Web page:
This article discusses Crispy. Crispy goal is to provide a single point of entry for remote invocation for a wide number of transports: eg. RMI, EJB, JAX-RPC or XML-RPC. It works by using properties to configure a service manager, which is then used to invoke the remote API.

Sachin Mahajan, Software Development, IBM

Sachin MahajanSachin Mahajan has 9+ years experience in software development including technical and managerial roles. Currently working in the development team for LotusLive, IBM’s SaaS offering.



07 May 2009

Also available in Chinese Japanese

Introduction

Crispy stands for Communication per Remote Invocation for different kinds of Services via ProxYs. Crispy is a remote invocation framework supporting a range of transport protocols such as RMI, EJB, JAX-RPC, XML-RPC. In simple terms, Crispy is as easy as configuring a Service manager (through a properties file) to call the supported remote API’s.

For starters the code listed below is a sample example for configuring Crispy:

Listing 1. Sample code for configuring Crispy
Properties prop = new Properties();
prop.put(Property.REMOTE_URL_AND_PORT, serviceUrl);
prop.put(Property.EXECUTOR_CLASS, typeOfExecutor);

ServiceManager manager = new ServiceManager(prop);
LibraryService library =  (LibraryService) manager.createService(LibraryService.class);
String author = library.findAuthor(myBook);
String isbn = library.findISBN(myBook);
…

In the above code, we created a properties object and set the remote url and the type of executor. The type of executor can be of JAX RPC, JBoss Remoting, RMI executor, XML RPC, REST or http executor type. After the configuration of properties an instance of the Crispy ServiceManager can be created. Now the remote service object (in this case OrderService) can be created using the ServiceManager (Factory pattern).


Background

Now that we have had a brief look at Crispy, let’s look at a sample of how a plain vanilla version of remoting is done without Crispy.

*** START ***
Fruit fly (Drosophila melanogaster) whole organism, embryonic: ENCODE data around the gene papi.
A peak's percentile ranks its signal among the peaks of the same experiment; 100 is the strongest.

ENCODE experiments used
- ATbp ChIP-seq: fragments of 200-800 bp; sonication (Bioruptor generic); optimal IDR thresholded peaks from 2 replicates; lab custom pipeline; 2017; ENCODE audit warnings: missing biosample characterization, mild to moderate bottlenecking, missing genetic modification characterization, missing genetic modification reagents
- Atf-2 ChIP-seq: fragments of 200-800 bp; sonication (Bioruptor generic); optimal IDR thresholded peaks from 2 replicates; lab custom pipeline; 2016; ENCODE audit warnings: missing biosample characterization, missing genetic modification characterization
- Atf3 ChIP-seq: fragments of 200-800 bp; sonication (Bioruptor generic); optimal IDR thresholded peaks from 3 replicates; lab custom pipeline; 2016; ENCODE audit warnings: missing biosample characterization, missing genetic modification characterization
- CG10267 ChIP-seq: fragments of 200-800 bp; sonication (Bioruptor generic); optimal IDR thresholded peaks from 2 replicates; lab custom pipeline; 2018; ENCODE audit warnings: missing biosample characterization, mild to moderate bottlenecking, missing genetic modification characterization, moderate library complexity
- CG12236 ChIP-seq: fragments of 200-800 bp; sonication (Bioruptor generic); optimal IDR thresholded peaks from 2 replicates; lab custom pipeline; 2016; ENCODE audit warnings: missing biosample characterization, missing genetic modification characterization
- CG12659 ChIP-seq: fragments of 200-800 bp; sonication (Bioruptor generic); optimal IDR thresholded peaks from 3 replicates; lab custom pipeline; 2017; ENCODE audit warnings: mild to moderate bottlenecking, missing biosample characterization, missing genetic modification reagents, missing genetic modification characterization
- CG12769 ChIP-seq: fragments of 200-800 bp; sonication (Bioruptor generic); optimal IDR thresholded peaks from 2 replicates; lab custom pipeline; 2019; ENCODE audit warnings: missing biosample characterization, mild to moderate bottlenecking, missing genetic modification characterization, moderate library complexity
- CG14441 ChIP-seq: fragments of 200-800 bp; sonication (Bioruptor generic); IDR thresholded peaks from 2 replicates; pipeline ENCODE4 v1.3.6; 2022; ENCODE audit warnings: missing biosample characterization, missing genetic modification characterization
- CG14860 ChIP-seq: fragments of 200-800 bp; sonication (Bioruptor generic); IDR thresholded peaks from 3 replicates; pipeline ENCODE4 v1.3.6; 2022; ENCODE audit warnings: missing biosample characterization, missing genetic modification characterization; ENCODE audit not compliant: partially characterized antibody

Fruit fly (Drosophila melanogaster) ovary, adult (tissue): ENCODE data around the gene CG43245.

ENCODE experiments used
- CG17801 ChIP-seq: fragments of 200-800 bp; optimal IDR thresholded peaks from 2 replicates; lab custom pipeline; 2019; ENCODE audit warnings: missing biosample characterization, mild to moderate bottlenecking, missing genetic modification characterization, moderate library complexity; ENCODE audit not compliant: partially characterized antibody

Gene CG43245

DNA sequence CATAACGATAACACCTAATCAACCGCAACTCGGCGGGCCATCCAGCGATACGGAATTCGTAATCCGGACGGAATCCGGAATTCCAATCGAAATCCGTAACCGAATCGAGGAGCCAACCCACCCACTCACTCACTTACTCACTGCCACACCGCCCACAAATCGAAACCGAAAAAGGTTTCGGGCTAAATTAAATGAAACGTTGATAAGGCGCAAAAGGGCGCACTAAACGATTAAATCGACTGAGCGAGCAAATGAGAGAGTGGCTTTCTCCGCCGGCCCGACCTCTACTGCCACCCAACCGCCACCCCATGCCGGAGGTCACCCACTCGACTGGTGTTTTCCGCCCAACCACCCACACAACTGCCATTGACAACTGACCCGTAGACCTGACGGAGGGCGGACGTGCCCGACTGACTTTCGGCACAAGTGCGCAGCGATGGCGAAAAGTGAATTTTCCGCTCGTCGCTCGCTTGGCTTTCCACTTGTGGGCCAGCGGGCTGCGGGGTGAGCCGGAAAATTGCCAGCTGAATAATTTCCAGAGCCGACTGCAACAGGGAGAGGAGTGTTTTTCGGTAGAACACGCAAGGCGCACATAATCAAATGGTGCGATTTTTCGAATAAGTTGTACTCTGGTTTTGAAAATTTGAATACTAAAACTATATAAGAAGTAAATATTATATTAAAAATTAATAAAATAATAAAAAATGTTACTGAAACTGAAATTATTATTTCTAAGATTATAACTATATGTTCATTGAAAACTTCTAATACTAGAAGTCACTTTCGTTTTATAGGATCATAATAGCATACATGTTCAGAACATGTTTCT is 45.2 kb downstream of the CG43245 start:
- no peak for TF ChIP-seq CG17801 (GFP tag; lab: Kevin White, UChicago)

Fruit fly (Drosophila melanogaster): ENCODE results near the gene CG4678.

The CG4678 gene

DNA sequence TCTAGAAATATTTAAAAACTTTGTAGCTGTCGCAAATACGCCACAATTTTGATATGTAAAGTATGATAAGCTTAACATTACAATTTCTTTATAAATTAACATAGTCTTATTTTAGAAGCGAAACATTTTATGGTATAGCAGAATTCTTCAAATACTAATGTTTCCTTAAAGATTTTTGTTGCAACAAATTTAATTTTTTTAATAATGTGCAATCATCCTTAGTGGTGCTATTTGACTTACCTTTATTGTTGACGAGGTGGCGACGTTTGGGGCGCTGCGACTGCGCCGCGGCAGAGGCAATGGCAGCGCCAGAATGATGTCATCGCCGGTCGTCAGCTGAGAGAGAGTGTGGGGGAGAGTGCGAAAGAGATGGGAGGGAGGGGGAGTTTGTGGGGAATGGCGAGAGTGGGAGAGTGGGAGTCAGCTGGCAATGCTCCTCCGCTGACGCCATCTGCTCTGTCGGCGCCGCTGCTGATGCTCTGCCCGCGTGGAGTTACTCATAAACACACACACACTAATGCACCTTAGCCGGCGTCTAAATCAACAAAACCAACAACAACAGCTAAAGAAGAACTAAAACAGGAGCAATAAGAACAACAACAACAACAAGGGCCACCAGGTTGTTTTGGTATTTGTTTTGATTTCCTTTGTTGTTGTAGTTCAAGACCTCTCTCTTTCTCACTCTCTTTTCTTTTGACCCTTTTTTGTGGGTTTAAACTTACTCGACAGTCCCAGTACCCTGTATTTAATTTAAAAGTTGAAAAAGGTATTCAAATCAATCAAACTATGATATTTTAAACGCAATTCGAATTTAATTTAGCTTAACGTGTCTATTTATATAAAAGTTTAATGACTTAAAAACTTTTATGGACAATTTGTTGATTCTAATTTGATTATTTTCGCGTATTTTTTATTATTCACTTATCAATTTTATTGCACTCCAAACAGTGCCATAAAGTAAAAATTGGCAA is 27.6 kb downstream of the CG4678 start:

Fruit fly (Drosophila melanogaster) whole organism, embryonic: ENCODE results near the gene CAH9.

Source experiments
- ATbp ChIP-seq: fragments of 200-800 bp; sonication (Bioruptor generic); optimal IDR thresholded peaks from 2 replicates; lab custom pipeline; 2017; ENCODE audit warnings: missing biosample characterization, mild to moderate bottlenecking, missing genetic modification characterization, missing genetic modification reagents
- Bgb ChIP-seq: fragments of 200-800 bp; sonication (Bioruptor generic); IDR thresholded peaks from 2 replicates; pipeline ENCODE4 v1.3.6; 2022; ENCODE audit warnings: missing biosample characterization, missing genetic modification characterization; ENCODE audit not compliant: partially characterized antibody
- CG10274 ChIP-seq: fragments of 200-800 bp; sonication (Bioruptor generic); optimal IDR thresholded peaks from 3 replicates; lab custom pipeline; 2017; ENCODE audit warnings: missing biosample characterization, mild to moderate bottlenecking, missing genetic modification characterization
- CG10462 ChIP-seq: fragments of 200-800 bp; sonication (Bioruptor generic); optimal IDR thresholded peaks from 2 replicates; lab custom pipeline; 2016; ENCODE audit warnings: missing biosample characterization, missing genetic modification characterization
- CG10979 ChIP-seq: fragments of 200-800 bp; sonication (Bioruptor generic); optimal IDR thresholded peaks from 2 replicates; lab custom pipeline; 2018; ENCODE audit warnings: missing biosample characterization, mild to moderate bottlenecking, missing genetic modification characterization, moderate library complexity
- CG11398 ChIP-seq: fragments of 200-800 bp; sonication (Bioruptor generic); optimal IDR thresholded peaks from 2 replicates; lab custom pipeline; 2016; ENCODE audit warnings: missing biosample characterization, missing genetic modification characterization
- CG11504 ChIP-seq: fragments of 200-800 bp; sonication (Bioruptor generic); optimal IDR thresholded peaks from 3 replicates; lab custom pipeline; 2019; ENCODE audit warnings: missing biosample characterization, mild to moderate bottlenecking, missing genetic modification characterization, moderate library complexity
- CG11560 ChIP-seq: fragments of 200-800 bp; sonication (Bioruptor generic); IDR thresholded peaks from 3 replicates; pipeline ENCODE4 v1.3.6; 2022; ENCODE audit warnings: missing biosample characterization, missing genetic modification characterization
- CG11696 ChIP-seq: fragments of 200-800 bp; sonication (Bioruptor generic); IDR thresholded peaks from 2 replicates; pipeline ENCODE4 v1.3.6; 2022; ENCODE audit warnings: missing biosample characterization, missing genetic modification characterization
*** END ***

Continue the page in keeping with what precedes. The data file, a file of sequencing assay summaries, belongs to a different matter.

Listing 2. Web service (JAX-RPC)
public static final String LIBRARY_SERVICE_ENDPOINT = 
"http://myservicehost:9080/axis/services/LibraryService";
Service service = (Service) ServiceFactory.newInstance().createService(null);
Call call = service.createCall();
call.setTargetEndpointAddress("LIBRARY_SERVICE_ENDPOINT ");
call.setOperationName(new QName("findAuthor"));
QName paramXmlType = new QName(String.class.getName());
call.addParameter("arg0", paramXmlType, String.class, ParameterMode.IN);
call.setReturnType(new QName(String.class.getName()));
String result = (String) call.invoke(new String[] {”Alice in Wonderland”});
System.out.println("Author of Alice in Wonderland: " + result);

The “call” object is used to invoke the web service. You can either fill it yourself or through a WSDL document. We set the operation, parameters and return type in the call object and “invoke” the web service to get the required result.

Listing 3. XML-RPC (Apache XML-RPC)
XmlRpcClient client = new XmlRpcClient("http://myservicehost:9090");
Vector param = new Vector();
param.add(”Alice in Wonderland”);
String result = (String)
client.execute("crispysample.LibraryService.findAuthor", param);
System.out.println("Author of Alice in Wonderland: " + result);	
…

XmlRpcClient is the main access point for the XML-RPC client. Using the execute method, request is performed on method “calculateTip” using the parameters passed in as param.


Enter Crispy

The above code show just two way to make remote invocations, viz. through JAX-RPC and XML-RPC. Other ways through which one can make remote calls are RMI, EJB, REST, http etc. With Crispy all the above mentioned remote calls can be unified using a configured ServiceManager. The configuration is done using a Properties object.

Listing 4. JAX-RPC
MiniAxisServer server = new MiniAxisServer();
try {
	server.addService(LibraryService.class.getName(), 
    LibraryServiceImpl.class.getName());
	server.start();	
Properties properties = new Properties();
properties.put(Property.REMOTE_URL_AND_PORT, "LIBRARY_SERVICE_ENDPOINT");
properties.put(Property.EXECUTOR_CLASS, JaxRpcExecutor.class.getName());
} catch (Exception e) {
	e.printStackTrace();
}
finally {
	server.stop();
}
…
Listing 5. XML-RPC
MiniXmlRpcServer server = new MiniXmlRpcServer();
try {

server.addService(LibraryService.class.getName(), LibraryServiceImpl.class.getName());
	server.start();
Properties properties = new Properties();
properties.put(Property.REMOTE_URL_AND_PORT, " http://myservicehost:9090");
properties.put(Property.EXECUTOR_CLASS, XmlRpcExecutor.class.getName());
} catch (Exception e) {
	e.printStackTrace();
}
finally {
	server.stop();
}
…

Once the ServiceManager is configured, it can be instantiated and remote method invoked as:

Listing 6. ServiceManager Example
ServiceManager manager = new ServiceManager(properties);
Library library =  (LibraryService) manager.createService(LibraryService.class);
System.out.println("Author of Alice in Wonderland: " + result);

From the above code we can see that making remote calls using Crispy is made very easy. The configuration of the Service manager is very convenient; also remote calls are called similar to local calls. In addition the client does not need to know too many details about the remote technology they are calling.


Crispy in action

Crispy internals